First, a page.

It’s deja vu, all over again.
On Monday, Alabama lawmakers are expected to return to Montgomery to find a late-hour solution to a hole in the coming year’s budget — a special legislative session like the one that ended last year’s budget crisis.
They need to find tens of millions of dollars to shore up Medicaid, the state-and-federal health care program that Alabama has struggled to fund, on and off, for decades.
The proposed solution: a statewide lottery, something voters rejected in 1999 and lawmakers have debated ever since.
For those who watch Alabama politics, the coming special session may seem like a sort of greatest-hits album, full of tunes you’ve heard before. But there are a few new twists that could make the action Monday a little different.
No one really knows what’s on the table. If the goal of the session is to save Medicaid in 2017, a lottery alone isn’t likely to do it. Setting up a lottery would take time, so a fix for this budget year would likely have to include some other money source – the BP oil spill settlement, a gas tax, or something similar – to tide the budget over until a lottery is up and running.
It’s not clear what that second proposal will be.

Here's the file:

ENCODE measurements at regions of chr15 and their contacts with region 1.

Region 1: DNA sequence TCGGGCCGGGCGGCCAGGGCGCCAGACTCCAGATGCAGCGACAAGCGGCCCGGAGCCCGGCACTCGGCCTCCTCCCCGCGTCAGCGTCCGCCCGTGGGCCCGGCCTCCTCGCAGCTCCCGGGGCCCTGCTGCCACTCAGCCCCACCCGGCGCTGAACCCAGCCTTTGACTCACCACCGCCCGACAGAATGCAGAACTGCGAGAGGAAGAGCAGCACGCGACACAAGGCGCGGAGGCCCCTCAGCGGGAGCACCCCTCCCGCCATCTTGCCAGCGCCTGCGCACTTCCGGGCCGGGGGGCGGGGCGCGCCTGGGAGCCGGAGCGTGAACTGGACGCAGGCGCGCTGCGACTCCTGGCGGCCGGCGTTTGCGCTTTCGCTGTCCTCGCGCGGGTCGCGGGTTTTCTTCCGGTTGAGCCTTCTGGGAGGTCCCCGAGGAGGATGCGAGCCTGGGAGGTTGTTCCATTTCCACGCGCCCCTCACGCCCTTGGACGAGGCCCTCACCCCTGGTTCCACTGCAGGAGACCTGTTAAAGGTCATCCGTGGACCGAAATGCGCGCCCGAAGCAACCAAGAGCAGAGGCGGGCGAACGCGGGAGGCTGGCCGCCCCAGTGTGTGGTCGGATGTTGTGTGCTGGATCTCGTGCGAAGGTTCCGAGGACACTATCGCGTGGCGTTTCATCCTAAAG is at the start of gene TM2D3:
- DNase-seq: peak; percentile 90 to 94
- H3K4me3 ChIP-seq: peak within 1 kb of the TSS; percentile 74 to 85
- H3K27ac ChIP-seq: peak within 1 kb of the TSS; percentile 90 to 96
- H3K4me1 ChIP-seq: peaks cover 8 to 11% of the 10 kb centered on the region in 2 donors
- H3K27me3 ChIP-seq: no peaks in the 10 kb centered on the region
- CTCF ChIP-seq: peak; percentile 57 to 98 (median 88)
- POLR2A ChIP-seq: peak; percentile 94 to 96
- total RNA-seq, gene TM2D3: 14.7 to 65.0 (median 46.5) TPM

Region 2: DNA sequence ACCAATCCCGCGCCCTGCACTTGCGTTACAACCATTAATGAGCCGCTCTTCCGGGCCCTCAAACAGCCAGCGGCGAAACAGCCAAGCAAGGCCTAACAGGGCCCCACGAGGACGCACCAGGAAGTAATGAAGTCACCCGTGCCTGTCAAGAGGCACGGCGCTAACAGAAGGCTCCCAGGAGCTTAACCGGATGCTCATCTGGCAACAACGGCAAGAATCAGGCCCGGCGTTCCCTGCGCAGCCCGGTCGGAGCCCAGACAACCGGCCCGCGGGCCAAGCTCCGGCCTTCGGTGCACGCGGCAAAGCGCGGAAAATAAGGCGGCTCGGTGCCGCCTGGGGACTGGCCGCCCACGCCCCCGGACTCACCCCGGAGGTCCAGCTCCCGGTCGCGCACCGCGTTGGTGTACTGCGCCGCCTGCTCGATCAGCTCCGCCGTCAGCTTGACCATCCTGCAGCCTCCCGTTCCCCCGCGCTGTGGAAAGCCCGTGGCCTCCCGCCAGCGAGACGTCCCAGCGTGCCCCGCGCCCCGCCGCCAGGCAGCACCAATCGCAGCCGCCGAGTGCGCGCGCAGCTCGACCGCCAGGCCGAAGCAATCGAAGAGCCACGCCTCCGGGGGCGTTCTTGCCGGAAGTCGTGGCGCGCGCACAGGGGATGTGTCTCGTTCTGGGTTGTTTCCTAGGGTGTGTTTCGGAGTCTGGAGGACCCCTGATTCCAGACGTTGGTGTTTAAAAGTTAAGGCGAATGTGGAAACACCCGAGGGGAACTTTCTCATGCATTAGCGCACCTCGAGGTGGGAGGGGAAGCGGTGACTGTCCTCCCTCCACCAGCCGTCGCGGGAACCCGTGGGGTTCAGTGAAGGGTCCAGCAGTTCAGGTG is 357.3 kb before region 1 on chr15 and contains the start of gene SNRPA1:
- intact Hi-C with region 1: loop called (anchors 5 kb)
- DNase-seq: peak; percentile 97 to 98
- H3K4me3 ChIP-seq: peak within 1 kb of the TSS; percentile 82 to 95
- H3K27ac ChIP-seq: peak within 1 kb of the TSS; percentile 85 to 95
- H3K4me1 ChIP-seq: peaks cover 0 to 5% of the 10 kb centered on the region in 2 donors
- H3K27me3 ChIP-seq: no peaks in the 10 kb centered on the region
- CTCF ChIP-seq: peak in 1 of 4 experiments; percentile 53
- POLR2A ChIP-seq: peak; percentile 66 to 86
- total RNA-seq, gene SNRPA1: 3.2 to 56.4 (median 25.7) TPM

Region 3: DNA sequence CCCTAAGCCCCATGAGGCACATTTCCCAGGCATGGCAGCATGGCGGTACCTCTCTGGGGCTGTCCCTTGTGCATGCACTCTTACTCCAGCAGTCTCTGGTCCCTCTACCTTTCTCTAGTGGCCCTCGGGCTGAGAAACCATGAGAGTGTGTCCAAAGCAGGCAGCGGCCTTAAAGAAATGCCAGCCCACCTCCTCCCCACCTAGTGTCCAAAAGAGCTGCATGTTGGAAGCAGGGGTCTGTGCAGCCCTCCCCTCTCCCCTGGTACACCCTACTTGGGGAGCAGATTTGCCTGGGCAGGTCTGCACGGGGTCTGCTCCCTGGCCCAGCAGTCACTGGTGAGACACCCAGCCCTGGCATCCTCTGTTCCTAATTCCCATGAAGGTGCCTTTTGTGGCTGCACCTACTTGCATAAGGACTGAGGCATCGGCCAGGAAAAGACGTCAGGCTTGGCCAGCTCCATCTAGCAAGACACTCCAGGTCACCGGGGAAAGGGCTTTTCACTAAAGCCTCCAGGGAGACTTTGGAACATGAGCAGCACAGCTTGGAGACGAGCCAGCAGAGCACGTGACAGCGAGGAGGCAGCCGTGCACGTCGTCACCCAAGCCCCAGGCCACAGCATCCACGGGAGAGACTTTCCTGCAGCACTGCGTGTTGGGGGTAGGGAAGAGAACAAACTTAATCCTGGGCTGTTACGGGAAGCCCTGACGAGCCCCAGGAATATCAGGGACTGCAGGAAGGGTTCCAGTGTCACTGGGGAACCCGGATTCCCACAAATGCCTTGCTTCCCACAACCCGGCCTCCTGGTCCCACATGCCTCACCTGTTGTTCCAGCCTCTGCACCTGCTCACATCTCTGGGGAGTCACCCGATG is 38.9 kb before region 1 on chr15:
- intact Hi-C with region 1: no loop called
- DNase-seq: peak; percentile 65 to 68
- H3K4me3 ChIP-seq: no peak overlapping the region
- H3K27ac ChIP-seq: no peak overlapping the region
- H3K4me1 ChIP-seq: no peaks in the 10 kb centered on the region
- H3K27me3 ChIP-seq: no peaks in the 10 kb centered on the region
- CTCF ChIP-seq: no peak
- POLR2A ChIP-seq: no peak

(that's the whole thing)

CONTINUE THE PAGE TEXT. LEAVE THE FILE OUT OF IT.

Gov. Robert Bentley has announced that the Legislature will meet Monday, and both Houses are set to convene at 4 p.m., but the governor has yet to release the “call,” the official document that outlines which bills he hopes to pass in the special session.
“The call is not ready today, it will be released on Monday,” Bentley spokeswoman Yasamie August said in a Friday email to The Star.
There will be more than one lottery bill. Even pro-lottery lawmakers have differing views on where proceeds from a lottery would go, and multiple lottery proposals could weaken the chance of passage for any one bill. But even Bentley’s allies in the Legislature may try to go their own way.
Sen. Jim McClendon, R-Springville, has agreed to carry Bentley’s bill – a $225 million lottery, with proceeds going to the General Fund – in the Senate. But McClendon said he’s also bringing his own bill, which would include electronic lottery machines in four counties – Greene, Jefferson, Macon and Mobile – with a bond issue to pay for Medicaid in the coming year.
Democrats have their own proposals. House Minority Leader Craig Ford, D-Gadsden, said he’ll bring a lottery-only bill that would set aside lottery proceeds for education. Another Ford bill would include casino gambling as well.
McClendon doesn’t think the multiple proposals will weaken the chances of passing one amendment. It’ll all be hashed out in the Senate’s Tourism Committee, which will send a single bill to the full Legislature, he says.
“They’ll come up with a favorite, or they’ll combine them,” McClendon said.
It’s not 1999 anymore. The last time a lottery bill reached Alabama voters, religious activists around the state mobilized, holding rallies across the state and defeating the amendment by an 8-point margin at the polls.
That may be harder this time around.